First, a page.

The second exception is available when the employer contributes more than the Sec. 223(b) maximum annual contribution limit to the employee's HSA due to an error. Again, the employer can ask the financial institution to return the excess amounts or simply include those amounts as gross income and wages on the employee's Form W-2 for the year in which the contributions were made. 40

Allocations of contributions to previous years: Notice 2008-59 clarifies that any employer contributions to an employee's HSA during the period January 1–April 15 can be allocated to the previous year. 41 The employer must notify the HSA trustee or custodian and the employee that contributions are being allocated to the previous year. However, the employer must report any contributions so allocated on the employee's Form W-2 for the year the contributions are actually made.

Coordinating HSA Eligibility with HRAs and Health FSAs
In previous guidance, the IRS identified a variety of ways employers could structure health reimbursement arrangements (HRAs) and health flexible spending accounts (FSAs) not to interfere with HSA eligibility status. These include limited-purpose HRAs and health FSAs, post-deductible HRAs and health FSAs, and retirement HRAs.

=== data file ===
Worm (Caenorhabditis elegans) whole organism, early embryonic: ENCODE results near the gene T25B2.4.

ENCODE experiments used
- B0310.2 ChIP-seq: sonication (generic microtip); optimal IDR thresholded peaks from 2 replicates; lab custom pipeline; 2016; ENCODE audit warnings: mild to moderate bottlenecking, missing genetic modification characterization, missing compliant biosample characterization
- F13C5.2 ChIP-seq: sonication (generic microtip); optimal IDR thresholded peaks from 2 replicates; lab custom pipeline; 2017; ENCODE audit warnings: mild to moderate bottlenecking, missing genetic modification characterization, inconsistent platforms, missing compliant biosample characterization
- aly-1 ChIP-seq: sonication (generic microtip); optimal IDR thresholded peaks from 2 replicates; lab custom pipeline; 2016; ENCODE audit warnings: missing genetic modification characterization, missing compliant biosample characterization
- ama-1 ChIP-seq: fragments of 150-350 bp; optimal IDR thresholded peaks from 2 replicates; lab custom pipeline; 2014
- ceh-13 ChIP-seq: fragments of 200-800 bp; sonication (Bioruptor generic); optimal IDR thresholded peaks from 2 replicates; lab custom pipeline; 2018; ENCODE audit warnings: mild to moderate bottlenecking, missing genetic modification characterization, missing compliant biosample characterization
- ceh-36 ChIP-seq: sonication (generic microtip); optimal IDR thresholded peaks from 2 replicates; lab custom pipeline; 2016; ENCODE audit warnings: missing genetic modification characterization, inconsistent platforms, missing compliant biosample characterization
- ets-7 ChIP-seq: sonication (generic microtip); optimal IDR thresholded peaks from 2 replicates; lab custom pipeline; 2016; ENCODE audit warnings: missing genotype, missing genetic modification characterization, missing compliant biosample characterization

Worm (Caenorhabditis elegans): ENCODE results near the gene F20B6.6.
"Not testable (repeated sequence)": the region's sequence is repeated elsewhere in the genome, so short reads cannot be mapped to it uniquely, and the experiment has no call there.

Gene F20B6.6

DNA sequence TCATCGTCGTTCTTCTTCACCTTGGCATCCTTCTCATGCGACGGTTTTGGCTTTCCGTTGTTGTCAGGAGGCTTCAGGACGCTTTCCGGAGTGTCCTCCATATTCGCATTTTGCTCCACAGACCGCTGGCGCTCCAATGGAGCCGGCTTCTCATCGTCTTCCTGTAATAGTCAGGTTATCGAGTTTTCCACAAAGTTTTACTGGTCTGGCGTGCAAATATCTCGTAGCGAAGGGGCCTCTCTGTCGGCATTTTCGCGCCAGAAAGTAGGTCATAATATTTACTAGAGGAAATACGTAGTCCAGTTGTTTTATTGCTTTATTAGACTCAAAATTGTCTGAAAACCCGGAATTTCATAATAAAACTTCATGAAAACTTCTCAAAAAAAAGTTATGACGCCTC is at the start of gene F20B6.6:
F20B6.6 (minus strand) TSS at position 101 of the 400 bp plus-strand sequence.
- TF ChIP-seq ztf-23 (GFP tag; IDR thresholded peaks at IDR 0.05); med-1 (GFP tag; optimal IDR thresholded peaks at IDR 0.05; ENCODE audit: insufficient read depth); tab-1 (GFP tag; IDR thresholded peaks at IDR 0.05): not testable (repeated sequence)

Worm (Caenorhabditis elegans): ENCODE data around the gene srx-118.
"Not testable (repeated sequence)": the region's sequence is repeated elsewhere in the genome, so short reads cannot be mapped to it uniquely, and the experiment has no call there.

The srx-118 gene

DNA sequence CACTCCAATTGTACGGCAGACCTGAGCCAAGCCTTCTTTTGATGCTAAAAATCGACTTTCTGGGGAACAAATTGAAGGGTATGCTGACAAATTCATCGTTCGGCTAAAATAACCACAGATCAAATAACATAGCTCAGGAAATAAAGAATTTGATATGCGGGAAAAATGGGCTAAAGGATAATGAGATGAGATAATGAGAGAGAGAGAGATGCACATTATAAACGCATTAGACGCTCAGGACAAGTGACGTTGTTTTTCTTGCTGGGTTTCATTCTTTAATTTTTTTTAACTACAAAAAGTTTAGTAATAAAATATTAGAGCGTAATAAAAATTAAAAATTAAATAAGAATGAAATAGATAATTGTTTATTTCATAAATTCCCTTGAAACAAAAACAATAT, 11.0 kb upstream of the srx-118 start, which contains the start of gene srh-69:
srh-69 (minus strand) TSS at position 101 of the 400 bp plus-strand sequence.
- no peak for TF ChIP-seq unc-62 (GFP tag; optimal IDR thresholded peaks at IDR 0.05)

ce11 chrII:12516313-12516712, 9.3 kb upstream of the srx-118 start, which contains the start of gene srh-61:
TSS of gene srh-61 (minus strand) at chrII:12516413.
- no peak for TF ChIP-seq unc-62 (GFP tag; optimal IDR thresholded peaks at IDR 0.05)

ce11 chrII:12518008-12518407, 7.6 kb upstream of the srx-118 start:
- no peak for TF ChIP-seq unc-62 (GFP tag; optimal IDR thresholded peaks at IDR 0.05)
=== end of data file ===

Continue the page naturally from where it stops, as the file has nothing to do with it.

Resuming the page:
A limited-purpose HRA is one that only pays or reimburses specific Sec. 223(c)(2)(C) "permitted coverage" benefits (e.g., vision care, dental care, and preventive care), which can be provided below the HDHP deductible. Notice 2008-59, Q&A- 1, clarifies that a limited-purpose HRA can pay or reimburse the employee's premium costs for HDHP coverage. 42

In Rev. Rul. 2004-45,43 the IRS made it clear that a post-deductible HRA or health FSA can begin paying or reimbursing expenses as soon as the minimum required HDHP deductible is satisfied, even if the eligible individual's specific HDHP imposes a higher deductible. Notice 2008-59 extends the same reasoning to family HDHP coverage that imposes a single umbrella deductible for expenses incurred by all covered persons and lesser embedded deductibles for each covered individual. That is, there is no problem as long as the post-deductible HRA or health FSA does not begin payments or reimbursements until the statutory minimum deductible for family HDHP coverage (i.e., $2,200 for 2008) is satisfied.

Another question of considerable interest is whether employers can reimburse employees for medical expenses—or provide medical services directly to employees— before the minimum HDHP deductible is satisfied, without compromising the employees' ability to fund an HSA. Predictably, Notice 2008-59, Q&A-3, clarifies that employers may not pay or reimburse employees' medical expenses—except for preventive care services and permitted coverage—below the minimum HDHP deductible if those employees want to be eligible to fund HSAs.